Fatal Management Errors and How To Avoid Them

Making mistakes is a natural part of being a manager and leading a team. Nobody can EVER say that they have not made a huge, awful, gut-wrenching and costly mistake in the workplace simply because nobody is that perfect!

And if they are why are they not solving world hunger, international diplomacy or storming the barriers of medical science.

Many organisations will be interested in recruiting staff that have made errors in the past simply because wise and savvy organisations see the value in that critical development process as long as the error is not repeated. To make an error is part of personal growth; what is not part of personal growth is making the same error over and over again.

For those poor souls the pit of doom beckons – and never too soon!

So what “Golden Rules” could be identified to make sure that errors and slip-ups are a learning and developmental process?

  • Always keep your finger on the pulse and carefully monitor the progress of any change process that you are involved with; if it starts to all go slightly wobbly do something about it
  • Always reflect on your own thought processes and mental models and identify carefully where things started to become unstuck
  • Critically assess the effects of your own behaviour and discuss them openly; how, for example, do what you consider to be clear instructions actually result in the action that you wanted? Is your leadership style, well, a bit questionable?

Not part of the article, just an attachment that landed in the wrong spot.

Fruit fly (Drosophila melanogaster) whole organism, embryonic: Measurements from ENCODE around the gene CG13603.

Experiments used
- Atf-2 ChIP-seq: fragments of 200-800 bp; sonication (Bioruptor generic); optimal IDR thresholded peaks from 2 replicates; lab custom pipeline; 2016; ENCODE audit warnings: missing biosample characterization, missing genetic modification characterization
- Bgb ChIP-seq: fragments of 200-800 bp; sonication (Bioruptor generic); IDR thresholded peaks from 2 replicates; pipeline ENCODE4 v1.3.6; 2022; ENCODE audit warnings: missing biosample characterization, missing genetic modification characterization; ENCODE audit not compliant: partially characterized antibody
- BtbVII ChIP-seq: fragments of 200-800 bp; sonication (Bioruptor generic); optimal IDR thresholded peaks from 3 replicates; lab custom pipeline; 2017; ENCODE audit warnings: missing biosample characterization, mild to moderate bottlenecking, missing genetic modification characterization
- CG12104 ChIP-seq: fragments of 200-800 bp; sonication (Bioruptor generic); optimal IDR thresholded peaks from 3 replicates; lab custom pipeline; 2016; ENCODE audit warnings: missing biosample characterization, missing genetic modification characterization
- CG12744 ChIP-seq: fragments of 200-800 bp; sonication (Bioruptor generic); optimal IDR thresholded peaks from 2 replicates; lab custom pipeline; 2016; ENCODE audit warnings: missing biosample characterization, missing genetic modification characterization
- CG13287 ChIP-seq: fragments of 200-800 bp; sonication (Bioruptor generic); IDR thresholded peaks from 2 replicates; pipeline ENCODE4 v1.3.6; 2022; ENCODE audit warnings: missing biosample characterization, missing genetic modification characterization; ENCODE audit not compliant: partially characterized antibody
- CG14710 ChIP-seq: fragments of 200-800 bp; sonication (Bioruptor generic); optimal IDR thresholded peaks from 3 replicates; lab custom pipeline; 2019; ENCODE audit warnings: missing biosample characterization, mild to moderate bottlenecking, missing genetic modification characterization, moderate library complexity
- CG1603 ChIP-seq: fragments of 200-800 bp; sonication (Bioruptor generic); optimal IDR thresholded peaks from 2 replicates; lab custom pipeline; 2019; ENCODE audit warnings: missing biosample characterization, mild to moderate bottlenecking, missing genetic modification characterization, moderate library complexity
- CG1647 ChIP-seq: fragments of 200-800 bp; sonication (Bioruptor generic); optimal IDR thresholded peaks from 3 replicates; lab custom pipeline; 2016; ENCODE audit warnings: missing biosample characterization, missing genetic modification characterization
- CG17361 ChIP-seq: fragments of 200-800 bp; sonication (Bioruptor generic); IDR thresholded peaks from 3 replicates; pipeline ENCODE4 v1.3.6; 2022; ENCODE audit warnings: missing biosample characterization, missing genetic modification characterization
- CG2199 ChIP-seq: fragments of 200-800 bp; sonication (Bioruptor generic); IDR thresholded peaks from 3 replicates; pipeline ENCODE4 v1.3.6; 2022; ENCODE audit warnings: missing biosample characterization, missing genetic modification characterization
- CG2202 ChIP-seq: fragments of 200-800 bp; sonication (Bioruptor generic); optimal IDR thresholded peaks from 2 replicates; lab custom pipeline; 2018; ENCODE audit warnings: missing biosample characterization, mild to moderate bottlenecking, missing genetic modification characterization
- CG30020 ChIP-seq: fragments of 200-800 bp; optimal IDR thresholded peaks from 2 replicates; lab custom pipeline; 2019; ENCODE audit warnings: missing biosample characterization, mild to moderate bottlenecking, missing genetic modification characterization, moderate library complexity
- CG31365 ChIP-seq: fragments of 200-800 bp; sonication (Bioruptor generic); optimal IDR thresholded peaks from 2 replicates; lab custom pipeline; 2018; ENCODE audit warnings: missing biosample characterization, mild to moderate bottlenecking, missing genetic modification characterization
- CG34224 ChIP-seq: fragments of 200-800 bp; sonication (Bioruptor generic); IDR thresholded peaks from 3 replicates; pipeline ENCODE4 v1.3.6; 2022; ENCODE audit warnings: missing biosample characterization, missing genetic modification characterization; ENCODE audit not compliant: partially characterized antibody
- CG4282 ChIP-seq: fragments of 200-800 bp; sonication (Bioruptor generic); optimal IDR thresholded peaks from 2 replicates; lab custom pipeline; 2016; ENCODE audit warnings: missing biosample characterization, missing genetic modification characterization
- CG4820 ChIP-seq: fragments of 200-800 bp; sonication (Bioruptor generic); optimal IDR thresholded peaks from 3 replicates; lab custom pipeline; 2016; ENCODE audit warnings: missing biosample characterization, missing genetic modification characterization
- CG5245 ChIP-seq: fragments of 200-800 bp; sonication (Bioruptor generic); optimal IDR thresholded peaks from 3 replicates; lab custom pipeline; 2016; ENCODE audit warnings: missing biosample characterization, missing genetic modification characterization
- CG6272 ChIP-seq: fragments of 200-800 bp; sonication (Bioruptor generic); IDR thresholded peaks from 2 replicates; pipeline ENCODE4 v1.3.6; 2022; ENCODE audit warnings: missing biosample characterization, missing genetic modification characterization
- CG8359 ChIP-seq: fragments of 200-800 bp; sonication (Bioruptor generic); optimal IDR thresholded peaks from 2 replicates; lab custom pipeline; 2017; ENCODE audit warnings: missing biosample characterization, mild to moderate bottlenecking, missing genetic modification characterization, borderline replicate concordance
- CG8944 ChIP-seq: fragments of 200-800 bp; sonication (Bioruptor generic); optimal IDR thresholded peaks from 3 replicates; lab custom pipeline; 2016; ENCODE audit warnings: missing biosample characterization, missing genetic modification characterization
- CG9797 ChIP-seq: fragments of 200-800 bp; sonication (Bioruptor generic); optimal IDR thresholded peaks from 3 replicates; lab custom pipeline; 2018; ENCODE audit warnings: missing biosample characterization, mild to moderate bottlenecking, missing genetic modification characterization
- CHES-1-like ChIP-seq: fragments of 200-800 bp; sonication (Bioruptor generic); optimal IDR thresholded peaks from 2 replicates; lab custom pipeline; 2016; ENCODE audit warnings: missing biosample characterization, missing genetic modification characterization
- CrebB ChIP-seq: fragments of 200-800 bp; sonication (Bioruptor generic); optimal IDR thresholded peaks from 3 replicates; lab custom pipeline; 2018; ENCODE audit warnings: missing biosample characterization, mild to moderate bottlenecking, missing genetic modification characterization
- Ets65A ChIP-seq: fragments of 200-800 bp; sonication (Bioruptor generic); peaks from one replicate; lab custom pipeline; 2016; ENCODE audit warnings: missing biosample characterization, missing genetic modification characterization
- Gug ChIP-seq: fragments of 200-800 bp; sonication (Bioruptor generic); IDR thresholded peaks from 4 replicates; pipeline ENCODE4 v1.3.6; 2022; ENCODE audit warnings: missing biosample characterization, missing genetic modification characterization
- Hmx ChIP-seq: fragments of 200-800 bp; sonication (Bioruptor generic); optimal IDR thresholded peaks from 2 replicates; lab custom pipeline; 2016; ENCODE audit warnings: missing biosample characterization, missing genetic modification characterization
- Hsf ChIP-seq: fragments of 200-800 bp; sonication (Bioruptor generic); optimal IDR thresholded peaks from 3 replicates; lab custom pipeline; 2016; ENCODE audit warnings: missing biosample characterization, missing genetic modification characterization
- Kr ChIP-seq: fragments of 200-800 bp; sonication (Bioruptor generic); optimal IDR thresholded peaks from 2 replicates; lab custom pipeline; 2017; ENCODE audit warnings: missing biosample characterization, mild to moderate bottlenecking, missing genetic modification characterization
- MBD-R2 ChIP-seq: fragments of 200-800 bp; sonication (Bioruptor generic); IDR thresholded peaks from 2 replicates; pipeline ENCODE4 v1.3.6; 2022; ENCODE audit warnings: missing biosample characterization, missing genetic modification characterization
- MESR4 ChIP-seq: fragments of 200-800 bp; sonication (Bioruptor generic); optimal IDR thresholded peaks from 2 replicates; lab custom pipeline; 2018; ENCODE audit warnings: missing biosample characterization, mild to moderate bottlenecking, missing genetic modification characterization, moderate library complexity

• How often do you suspend judgement and step back to look at the problem or issue? Tempting to dive in with both feet but how often has this resulted in more errors and problems? Test out your hunches and feelings before committing to a course of action that then cannot be reversed.
  • How often do you ask for the views, opinions and wisdom of others? Leading may well be a lonely job sometimes but it does not have to be all of the time! Seek out a critical friend who will give you sound advice in a safe and supportive way!
  • Actually celebrate not just acknowledge the mistakes you make. Fessing up takes courage but bearing your soul brings with it respect and admiration from your peers and staff. The error is a golden opportunity to learn and fine-tune your skills and competences. Share this with others to save them from the same pitfalls – you will be amazed just how much gratitude you will receive for this in the long-run.

Above all recognise that mistakes will happen, do happen and should happen – because no-one is so perfect that this will not happen!

Good Luck!

For more information on our services please contact us at www.davidsummertonconsulting.co.uk